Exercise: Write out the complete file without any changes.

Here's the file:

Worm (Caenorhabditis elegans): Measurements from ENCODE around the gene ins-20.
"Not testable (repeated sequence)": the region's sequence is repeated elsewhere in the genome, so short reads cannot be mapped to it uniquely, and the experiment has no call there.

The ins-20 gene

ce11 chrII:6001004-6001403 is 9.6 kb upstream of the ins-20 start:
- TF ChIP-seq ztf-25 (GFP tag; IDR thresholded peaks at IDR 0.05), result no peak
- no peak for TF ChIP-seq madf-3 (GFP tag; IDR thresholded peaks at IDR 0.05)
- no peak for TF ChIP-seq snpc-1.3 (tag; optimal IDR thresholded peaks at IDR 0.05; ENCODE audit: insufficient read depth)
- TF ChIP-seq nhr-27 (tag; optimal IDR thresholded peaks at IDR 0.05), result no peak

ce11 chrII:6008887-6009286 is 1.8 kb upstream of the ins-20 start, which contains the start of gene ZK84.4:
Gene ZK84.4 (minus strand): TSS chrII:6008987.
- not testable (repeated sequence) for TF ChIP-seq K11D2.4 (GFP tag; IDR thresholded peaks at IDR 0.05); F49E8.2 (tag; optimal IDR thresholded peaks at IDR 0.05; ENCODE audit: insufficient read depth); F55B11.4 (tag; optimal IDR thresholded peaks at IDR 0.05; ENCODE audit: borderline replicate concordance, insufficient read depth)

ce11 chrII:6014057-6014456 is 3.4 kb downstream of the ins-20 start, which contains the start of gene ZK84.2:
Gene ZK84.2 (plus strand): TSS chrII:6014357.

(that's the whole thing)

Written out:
Worm (Caenorhabditis elegans): Measurements from ENCODE around the gene ins-20.
"Not testable (repeated sequence)": the region's sequence is repeated elsewhere in the genome, so short reads cannot be mapped to it uniquely, and the experiment has no call there.

The ins-20 gene

ce11 chrII:6001004-6001403 is 9.6 kb upstream of the ins-20 start:
- TF ChIP-seq ztf-25 (GFP tag; IDR thresholded peaks at IDR 0.05), result no peak
- no peak for TF ChIP-seq madf-3 (GFP tag; IDR thresholded peaks at IDR 0.05)
- no peak for TF ChIP-seq snpc-1.3 (tag; optimal IDR thresholded peaks at IDR 0.05; ENCODE audit: insufficient read depth)
- TF ChIP-seq nhr-27 (tag; optimal IDR thresholded peaks at IDR 0.05), result no peak

ce11 chrII:6008887-6009286 is 1.8 kb upstream of the ins-20 start, which contains the start of gene ZK84.4:
Gene ZK84.4 (minus strand): TSS chrII:6008987.
- not testable (repeated sequence) for TF ChIP-seq K11D2.4 (GFP tag; IDR thresholded peaks at IDR 0.05); F49E8.2 (tag; optimal IDR thresholded peaks at IDR 0.05; ENCODE audit: insufficient read depth); F55B11.4 (tag; optimal IDR thresholded peaks at IDR 0.05; ENCODE audit: borderline replicate concordance, insufficient read depth)

ce11 chrII:6014057-6014456 is 3.4 kb downstream of the ins-20 start, which contains the start of gene ZK84.2:
Gene ZK84.2 (plus strand): TSS chrII:6014357.